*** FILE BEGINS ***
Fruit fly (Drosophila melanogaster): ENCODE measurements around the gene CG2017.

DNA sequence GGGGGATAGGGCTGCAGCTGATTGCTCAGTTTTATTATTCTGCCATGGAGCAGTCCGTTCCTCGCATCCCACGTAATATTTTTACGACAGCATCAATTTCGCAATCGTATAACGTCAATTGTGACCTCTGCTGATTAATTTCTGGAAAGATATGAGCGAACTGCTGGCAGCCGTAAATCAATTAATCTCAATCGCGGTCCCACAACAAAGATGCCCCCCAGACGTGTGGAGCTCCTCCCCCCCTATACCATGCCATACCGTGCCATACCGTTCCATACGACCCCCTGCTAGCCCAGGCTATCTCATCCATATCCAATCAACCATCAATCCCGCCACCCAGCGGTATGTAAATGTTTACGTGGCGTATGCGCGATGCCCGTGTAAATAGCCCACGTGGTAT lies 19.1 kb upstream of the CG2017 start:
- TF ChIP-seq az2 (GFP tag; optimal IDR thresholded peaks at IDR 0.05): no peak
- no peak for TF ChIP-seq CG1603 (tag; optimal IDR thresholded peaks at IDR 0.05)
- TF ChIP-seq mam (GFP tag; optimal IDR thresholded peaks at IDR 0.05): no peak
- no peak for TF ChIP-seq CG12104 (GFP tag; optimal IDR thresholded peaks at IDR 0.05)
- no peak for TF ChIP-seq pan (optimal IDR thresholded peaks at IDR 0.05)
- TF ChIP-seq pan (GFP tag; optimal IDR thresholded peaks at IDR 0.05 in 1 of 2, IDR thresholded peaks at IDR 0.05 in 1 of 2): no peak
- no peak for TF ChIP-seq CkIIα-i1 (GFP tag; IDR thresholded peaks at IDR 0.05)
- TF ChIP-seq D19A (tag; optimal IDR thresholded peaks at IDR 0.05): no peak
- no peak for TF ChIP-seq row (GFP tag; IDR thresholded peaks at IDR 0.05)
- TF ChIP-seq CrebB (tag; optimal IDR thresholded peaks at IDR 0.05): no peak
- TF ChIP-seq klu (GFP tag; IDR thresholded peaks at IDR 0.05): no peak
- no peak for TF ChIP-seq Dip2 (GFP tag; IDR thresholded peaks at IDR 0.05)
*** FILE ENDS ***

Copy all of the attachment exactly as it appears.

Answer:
Fruit fly (Drosophila melanogaster): ENCODE measurements around the gene CG2017.

DNA sequence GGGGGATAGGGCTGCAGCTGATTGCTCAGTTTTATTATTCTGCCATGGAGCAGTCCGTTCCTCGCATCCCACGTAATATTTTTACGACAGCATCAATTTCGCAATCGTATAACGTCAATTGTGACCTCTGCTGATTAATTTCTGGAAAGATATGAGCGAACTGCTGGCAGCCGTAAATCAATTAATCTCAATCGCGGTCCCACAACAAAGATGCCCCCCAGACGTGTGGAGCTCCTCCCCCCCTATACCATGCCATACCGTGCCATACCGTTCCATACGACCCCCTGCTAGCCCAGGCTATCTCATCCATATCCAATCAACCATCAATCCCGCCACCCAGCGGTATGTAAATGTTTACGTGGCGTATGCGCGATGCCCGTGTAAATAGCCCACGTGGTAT lies 19.1 kb upstream of the CG2017 start:
- TF ChIP-seq az2 (GFP tag; optimal IDR thresholded peaks at IDR 0.05): no peak
- no peak for TF ChIP-seq CG1603 (tag; optimal IDR thresholded peaks at IDR 0.05)
- TF ChIP-seq mam (GFP tag; optimal IDR thresholded peaks at IDR 0.05): no peak
- no peak for TF ChIP-seq CG12104 (GFP tag; optimal IDR thresholded peaks at IDR 0.05)
- no peak for TF ChIP-seq pan (optimal IDR thresholded peaks at IDR 0.05)
- TF ChIP-seq pan (GFP tag; optimal IDR thresholded peaks at IDR 0.05 in 1 of 2, IDR thresholded peaks at IDR 0.05 in 1 of 2): no peak
- no peak for TF ChIP-seq CkIIα-i1 (GFP tag; IDR thresholded peaks at IDR 0.05)
- TF ChIP-seq D19A (tag; optimal IDR thresholded peaks at IDR 0.05): no peak
- no peak for TF ChIP-seq row (GFP tag; IDR thresholded peaks at IDR 0.05)
- TF ChIP-seq CrebB (tag; optimal IDR thresholded peaks at IDR 0.05): no peak
- TF ChIP-seq klu (GFP tag; IDR thresholded peaks at IDR 0.05): no peak
- no peak for TF ChIP-seq Dip2 (GFP tag; IDR thresholded peaks at IDR 0.05)